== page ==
Some words about Mary Schellhammer

Grandma and me, circa 1985

Good Morning, Everyone. I want to thank you all for joining us today to celebrate the life and love of Mary Schellhammer. She would have been thrilled to see so many of her loved ones together in one place.

For those of you who are trying to place me on the Schellhammer Family Tree, I’m Mary’s granddaughter, Claudia, Bob’s daughter. I’m also “the one who lives in Minnesota”. So before I moved to Minnesota I had never heard the phrase Irish Goodbye. Apparently to some people an Irish Goodbye means leaving without saying goodbye to anyone. Whomever made up that term has never met a member of the Mullarkey family. We all know a real Irish Goodbye (especially if Grandma Mary is involved) typically takes about an hour and means walking around and saying goodbye to every single person at the party. There’s no denying Grandma Mary truly had the Irish gift of gab.

Over the past week our family has spent a lot of time gathered at Grandma’s house sharing stories. Of course, we cousins remembered all the typical grandma stuff like sleepovers and family gatherings and we all remembered exactly where she kept the wafer cookies. But we also remembered how she would secretly leave money on the seat of the car when you’d give her a ride, or the time when she won some money in a raffle and counted all the people at the party and divided up her winnings so everyone could have a couple of dollars. We remembered the fact that she kept a specific kind of dog treat in the house because they were the favorite kind of a dog she once met and that dog might come over again someday. And that having a grandma that worked in a sticker factory was the ultimate jackpot for a little kid in the 80s.

The list of things that we came up with that grandma loved was really long, but we’re pretty sure that holding babies was at the very top. And the Milwaukee Brewers might be pretty close after that. And we only came up with two things that she didn’t like- boats and mice. I’m pretty sure everyone has heard the story about when I chased Grandma around the kitchen table with a bag of dead mice that Grandpa had given me.

The thing that came up over and over again was that, to Grandma Mary, everyone was treated like family. Her refrigerator was covered with pictures of kids none of us recognized but I’m pretty sure all of them called her Grandma Mary. There was no line between friends and neighbors and acquaintances and family. Once you were in the circle, you were in forever. In fact, the line between family and friends was so blurred, I legitimately thought I was related to Meg and Kenny Larson until I was about 12.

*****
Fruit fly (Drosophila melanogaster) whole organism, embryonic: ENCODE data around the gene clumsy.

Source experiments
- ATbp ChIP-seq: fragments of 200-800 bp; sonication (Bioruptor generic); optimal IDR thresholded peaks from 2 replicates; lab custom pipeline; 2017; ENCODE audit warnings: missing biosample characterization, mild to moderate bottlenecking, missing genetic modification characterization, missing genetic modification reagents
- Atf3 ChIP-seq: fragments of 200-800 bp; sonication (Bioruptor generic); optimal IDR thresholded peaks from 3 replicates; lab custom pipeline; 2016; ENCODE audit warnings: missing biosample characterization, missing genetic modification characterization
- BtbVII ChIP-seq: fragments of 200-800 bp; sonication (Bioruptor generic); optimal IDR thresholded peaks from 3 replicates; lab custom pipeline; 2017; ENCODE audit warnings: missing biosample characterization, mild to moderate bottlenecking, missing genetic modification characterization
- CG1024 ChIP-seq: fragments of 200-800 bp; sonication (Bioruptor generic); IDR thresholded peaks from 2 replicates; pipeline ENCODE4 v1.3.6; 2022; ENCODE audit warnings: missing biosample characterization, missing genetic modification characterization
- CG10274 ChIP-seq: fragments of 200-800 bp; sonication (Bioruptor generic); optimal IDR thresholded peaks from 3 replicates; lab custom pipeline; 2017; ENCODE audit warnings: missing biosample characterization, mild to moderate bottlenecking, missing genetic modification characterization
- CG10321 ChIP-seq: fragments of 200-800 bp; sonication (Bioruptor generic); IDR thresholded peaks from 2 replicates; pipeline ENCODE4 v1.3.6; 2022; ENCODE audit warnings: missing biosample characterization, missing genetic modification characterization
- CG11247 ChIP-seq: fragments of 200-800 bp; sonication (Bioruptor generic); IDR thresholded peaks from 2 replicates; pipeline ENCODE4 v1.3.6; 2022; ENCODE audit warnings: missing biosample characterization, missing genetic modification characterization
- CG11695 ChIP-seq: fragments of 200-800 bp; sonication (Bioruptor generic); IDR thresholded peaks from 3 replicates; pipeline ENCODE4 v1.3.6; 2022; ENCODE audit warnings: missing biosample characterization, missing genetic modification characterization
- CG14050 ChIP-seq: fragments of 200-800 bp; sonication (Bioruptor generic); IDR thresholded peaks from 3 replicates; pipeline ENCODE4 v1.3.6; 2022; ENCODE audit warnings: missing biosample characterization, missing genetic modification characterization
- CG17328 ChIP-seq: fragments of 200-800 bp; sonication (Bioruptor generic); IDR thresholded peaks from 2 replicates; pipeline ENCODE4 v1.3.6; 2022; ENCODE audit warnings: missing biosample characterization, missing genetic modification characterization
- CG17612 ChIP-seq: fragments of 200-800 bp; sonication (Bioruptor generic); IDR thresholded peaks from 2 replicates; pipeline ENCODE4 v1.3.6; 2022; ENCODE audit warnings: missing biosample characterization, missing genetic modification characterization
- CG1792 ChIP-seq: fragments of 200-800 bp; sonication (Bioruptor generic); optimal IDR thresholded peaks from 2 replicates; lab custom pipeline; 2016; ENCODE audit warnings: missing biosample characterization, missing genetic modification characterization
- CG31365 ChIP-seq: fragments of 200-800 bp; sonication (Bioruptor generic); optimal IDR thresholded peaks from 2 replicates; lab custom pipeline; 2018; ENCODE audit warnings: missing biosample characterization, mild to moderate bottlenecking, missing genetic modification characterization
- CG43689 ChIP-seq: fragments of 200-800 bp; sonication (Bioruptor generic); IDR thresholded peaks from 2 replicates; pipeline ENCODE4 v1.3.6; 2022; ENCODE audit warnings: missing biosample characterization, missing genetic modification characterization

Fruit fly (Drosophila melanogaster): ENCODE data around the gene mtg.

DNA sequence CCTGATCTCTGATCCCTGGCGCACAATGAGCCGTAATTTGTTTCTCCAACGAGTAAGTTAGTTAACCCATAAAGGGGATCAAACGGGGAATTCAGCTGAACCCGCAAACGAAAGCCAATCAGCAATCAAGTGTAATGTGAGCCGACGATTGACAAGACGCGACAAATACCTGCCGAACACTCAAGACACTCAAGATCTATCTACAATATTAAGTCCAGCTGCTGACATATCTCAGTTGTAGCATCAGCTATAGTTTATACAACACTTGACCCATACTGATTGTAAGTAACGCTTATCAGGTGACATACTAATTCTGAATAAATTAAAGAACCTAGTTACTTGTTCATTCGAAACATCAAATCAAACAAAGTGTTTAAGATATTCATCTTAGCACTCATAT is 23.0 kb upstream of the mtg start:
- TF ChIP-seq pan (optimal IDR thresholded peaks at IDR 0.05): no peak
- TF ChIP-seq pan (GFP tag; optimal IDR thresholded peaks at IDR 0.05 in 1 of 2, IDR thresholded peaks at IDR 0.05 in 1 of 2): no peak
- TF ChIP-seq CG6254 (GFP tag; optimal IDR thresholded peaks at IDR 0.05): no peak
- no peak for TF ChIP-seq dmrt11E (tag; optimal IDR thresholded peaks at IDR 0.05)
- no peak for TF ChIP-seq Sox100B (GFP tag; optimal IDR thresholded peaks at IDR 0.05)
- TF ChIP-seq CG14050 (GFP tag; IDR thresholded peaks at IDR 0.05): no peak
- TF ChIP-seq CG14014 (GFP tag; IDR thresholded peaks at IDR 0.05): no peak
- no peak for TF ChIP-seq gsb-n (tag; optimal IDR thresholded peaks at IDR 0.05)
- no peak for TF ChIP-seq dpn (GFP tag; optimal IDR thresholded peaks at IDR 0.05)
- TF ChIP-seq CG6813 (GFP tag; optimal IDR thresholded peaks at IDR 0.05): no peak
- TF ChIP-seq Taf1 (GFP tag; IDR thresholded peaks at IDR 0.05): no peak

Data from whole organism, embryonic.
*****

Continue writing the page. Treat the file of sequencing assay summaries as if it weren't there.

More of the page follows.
The more we all chatted, we noticed some patterns emerge. A typical interaction with Grandma usually started with her giving you some kind of compliment. Whether it was a haircut or the top you were wearing or the sneakers on your feet that were ten years old, they were just beautiful. And of course, you always looked like you had lost weight. She would always hold onto your arm so you couldn’t walk away. Then she would try to get you to eat or drink something, no matter what time of day it was or how recently you’d eaten. After that, she would proceed to give you all the news about everyone she knew, whether you knew them or not. Not because she was a gossip, but because she genuinely cared about what was happening in people’s lives. At some point, she would probably ask you if you were cold, even though it was likely around 80 degrees in the house.

My favorite thing about Grandma Mary was that no matter what she was talking about, Grandma Mary thought it was AMAZING. She could talk about Lays potato chips like they were the best thing she had ever eaten. Nothing that crossed her path ever got taken for granted. A simple task like picking out a birthday card could easily take 45 minutes, because she would have to read each one and pick the one that conveyed her exact sentiment. Small trinkets that most people would lose track of or throw into the donation box would become treasures to her. A $1 souvenir someone brought her from a trip would end up in the same curio cabinet as the Waterford Crystal vase someone gave her from Ireland.

The thing about Grandma Mary is that her heart and her home had an infinite capacity for love. I think if you were to take away some lessons from the wonderfully blessed life of Mary Schellhammer- or at least what I know I want to carry with me in my life- is first to approach each day with a sense of wonder. To find beauty everywhere you look. To truly appreciate all the gifts you are given. And above all- To practice kindness and love in every interaction you have.

And if you’re as lucky as Mary Schellhammer, someday you’ll have a whole church full of people who think of you as family.